Since the EPBC Act was implemented in 1999, 84% of threatened species have suffered loss of habitat and the list of threatened species and ecosystems has grown by more than one-third - from 1483 to 1974.

Ms Lowry said protecting the remaining wildlife habitat was now more critical than ever.

“Australia has just suffered its worst bushfires in living memory, with flames destroying millions of hectares of vital bushland and the homes of our most treasured native animals,” she said.

“Together we can stop Australia’s extinction crisis, but we must strengthen our nature protection laws and ensure they are properly enforced, based on science and without political interference. If we don’t take action now the loss to Australia will be irreversible.”

Former competition watchdog chair Professor Graeme Samuel is leading the independent review of the EPBC Act, with a final report expected in October.

Over 26,000 WWF-Australia’s supporters sent a submission when the review was open to the public for comment.

WWF-Australia’s own submission calls on the Australian Government to:


  • Amend the EPBC Act to create an independent Federal Environment Protection Authority charged with rigorous enforcement of the Act to ensure that every person, business and industry is doing the right thing for nature.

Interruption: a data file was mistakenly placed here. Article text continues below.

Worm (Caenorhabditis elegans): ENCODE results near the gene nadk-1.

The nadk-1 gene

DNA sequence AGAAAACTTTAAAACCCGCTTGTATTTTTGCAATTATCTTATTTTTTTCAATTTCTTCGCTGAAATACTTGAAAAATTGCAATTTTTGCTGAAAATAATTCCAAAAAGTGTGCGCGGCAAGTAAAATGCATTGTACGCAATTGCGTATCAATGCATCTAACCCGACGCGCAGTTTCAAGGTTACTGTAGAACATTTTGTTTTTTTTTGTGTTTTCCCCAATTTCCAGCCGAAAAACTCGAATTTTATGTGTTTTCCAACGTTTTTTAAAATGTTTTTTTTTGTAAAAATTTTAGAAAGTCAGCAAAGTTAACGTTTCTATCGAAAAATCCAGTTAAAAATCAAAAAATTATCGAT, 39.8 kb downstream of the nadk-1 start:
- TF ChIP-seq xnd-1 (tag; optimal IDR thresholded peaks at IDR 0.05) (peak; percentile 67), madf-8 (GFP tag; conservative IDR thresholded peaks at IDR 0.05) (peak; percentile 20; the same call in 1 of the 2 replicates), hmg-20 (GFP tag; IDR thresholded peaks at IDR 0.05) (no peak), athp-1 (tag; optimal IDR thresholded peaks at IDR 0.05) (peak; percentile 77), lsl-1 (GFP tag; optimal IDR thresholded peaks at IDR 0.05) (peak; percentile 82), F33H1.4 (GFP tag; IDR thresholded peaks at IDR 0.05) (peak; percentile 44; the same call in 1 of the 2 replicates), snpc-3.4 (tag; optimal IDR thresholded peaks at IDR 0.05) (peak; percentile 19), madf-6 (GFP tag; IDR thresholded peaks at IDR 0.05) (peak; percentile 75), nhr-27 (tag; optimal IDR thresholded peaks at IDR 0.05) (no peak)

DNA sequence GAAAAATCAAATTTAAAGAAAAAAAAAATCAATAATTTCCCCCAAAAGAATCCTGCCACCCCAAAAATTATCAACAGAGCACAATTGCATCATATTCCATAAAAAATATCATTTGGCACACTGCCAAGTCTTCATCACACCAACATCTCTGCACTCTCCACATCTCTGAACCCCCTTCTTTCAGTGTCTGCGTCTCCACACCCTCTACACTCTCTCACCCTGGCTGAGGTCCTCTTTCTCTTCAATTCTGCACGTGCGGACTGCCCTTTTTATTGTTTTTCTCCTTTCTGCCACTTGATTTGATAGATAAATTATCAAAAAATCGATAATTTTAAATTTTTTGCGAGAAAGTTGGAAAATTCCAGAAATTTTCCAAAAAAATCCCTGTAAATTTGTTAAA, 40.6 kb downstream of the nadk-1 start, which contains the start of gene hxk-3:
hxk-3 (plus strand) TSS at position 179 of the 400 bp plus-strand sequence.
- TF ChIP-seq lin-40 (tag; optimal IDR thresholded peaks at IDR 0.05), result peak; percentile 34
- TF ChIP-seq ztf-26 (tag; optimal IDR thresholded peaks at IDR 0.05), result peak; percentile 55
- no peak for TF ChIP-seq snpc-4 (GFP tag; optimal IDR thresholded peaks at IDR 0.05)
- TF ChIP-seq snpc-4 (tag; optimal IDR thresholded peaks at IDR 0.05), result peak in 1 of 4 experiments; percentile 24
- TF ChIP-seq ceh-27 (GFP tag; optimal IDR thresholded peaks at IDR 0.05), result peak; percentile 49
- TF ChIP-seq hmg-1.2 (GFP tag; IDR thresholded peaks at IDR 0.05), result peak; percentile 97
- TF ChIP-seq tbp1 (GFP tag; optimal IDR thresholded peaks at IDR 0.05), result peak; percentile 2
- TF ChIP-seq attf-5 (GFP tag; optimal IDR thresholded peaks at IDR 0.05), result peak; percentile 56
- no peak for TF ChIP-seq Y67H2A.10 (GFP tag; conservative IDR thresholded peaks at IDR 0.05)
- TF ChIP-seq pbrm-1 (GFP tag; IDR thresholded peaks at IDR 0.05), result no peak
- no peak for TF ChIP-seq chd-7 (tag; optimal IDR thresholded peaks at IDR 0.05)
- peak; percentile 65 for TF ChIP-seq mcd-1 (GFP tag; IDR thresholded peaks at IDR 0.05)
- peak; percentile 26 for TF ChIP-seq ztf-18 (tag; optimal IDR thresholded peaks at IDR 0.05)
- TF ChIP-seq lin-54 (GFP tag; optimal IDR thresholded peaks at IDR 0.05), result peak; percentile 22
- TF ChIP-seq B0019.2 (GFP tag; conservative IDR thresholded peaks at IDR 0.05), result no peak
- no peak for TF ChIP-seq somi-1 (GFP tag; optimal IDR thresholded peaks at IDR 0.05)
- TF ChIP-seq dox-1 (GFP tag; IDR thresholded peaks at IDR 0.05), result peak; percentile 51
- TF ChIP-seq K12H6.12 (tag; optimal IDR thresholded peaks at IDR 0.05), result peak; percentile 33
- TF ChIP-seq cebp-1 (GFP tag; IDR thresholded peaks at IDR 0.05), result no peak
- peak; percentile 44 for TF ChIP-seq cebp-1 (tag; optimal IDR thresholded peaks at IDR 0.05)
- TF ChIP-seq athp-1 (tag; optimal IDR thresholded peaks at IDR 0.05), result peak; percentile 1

• Create a planning and assessment regime that actually delivers strong environmental outcomes and is more accessible, fair, transparent, efficient and accountable. This means no exemptions for special interests and sectors such as forestry.
  • Allocate additional resourcing, proportionate to the work required to implement the Act.
  • Retain Federal authority for the implementation of the Act and its standards.
  • Recognise the urgent need to power up Australia’s climate change response and require decision-makers to consider climate change mitigation and adaptation opportunities in strategic environmental assessments and planning processes.

FIND OUT MORE ABOUT THE EPBC REVIEW